“I don’t know what happens to the party as a whole in terms of the folks deeply committed to President Trump,” said Sen. Shelley Moore Capito (R-W.Va.), who is close to McConnell. “But I hope they stick with us.”

Across the Capitol, Trump’s die-hard supporters think GOP senators are making things harder, particularly the Republican leader. Twice now McConnell has openly savaged Trump for spreading electoral conspiracy theories and ginning up the mob that stormed the Capitol.

McConnell’s acquittal vote isn’t mollifying Trump supporters who are growing weary of his rhetorical flourishes about the former president.

“A lot of people are frustrated with his comments. I’m not going to sugarcoat it,” said Rep. Andy Biggs (R-Ariz.), the head of the hard-line House Freedom Caucus.

Some House Republicans argued that McConnell is on equal footing with their leader, Rep. Kevin McCarthy, even though the minority party is essentially irrelevant in the House. McCarthy “leads a lot more of us” than McConnell, as Rep. Jim Banks (R-Ind.) put it.

Banks chairs the conservative Republican Study Committee, which has already huddled with potential presidential hopefuls such as Mike Pompeo. And Banks argued that with multiple voices competing to claim the party’s mantle ahead of 2024, the GOP has no single leader right now.

“At this moment, we have many leaders,” Banks said. “The vacuum has been filled by many voices.”

“Frankly, our party will largely be guided by how we respond to what the Democrats are going to do,” said Sen. Roy Blunt (R-Mo.), a member of GOP leadership. “One person doesn’t necessarily lead that when you don’t have the White House.”

Some on the right say Trump’s influence in the GOP isn’t fading just because he is out of office, thanks to his draw on the campaign trail and ability to grab headlines.

“The fact he is no longer in the White House does not mean he is not the leader of the movement he started four or five years ago,” Biggs said.

McConnell and Biggs could very well find themselves on the opposite ends of the spectrum next year in Senate races like the one in Arizona, where a GOP chaired by Ward is struggling to win tough races in what was once a red state. Plus, McConnell said the Senate GOP will stand strongly behind all of its incumbents, including Alaska Sen. Lisa Murkowski, the lone Republican voting to convict Trump who faces reelection in 2022.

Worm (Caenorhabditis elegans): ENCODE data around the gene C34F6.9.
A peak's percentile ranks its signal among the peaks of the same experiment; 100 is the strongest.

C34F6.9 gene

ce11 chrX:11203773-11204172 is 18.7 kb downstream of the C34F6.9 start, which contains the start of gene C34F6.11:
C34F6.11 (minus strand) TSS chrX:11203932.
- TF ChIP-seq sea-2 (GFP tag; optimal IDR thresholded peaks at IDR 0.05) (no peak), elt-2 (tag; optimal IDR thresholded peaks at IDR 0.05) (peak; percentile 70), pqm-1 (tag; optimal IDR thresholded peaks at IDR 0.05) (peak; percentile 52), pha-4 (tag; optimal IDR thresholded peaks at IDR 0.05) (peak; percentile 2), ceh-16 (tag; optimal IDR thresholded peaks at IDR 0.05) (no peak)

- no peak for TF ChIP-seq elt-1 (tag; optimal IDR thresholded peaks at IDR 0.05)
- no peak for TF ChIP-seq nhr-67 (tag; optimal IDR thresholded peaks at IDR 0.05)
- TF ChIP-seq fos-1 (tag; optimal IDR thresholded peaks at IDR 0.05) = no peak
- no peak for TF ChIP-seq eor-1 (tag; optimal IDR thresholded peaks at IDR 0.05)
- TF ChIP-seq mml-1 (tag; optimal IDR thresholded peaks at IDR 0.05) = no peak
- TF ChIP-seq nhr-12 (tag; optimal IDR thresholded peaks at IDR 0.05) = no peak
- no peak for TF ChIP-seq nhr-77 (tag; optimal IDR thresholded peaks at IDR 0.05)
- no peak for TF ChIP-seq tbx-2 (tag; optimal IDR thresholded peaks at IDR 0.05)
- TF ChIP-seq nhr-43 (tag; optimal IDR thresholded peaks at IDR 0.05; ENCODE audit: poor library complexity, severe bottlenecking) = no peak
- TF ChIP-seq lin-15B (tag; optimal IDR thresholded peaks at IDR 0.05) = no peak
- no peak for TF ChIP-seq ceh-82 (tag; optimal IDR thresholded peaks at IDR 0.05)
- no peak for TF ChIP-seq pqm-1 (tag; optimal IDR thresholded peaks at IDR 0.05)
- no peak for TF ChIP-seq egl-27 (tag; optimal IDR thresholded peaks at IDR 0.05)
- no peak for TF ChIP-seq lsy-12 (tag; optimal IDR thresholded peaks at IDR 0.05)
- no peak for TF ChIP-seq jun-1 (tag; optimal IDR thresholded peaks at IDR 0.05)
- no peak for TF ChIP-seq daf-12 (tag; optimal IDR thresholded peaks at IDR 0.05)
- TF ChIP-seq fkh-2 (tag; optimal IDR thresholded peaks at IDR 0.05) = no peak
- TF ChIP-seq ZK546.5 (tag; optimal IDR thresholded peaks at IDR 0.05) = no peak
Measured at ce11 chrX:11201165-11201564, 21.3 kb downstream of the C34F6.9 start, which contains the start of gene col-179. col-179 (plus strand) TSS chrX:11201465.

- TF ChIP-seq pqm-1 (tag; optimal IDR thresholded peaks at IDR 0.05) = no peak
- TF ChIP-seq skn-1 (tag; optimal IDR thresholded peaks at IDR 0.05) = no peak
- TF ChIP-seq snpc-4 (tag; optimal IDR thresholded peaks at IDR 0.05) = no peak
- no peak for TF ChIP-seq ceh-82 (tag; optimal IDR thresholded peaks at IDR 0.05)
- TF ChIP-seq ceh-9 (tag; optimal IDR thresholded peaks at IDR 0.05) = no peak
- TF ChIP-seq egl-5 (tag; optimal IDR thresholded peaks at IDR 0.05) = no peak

When asked who is running the party right now, Murkowski answered: “As much as one can be, Sen. McConnell.” McConnell just won reelection, giving him six years to plot a course for the Senate GOP.

Unlike the Senate, many House members are elected in noncompetitive, gerrymandered districts. That’s produced a decidedly pro-Trump GOP conference over the years, with more than 120 House Republicans voting to challenge the election results even after last month’s deadly riots.

By contrast, just eight Senate Republicans voted to challenge the election results.

Still, 10 House Republicans — including GOP Conference Chair Liz Cheney (R-Wyo.) — voted to impeach Trump. Pro-Trump Rep. Matt Gaetz (R-Fla.) even campaigned against Cheney last month in Wyoming, where he couldn’t resist taunting McConnell as a member of the “establishment” who is trying to “screw our fellow Americans for generations.”

McConnell has defended Cheney and on Saturday even indicated he may even get involved in her reelection campaign.

“The future of the party will be determined in places like Wyoming in ‘22,” McConnell said.

Trump leaves the GOP at a crossroads: It’s hard to imagine the party’s next two years will be pretty given its divisions over Trump’s impeachment, his agenda and how to deal with his extra-legal challenges to the election. Soon after Trump’s acquittal, state parties began hammering Senate Republicans who voted to convict.

But becoming majority leader is a numbers game, and McConnell has a solid start with 50 seats. From that perspective, 2022 doesn’t look so bad to him. Even with all that Trump has put the party through, as far as raw power in Congress goes, McConnell has seen worse.

“The difference between now and 2009 is the difference between 40 and 50,” he said. “I was there in 2009. I know what it looks like after you got clobbered. We didn’t get clobbered. We lost the White House.”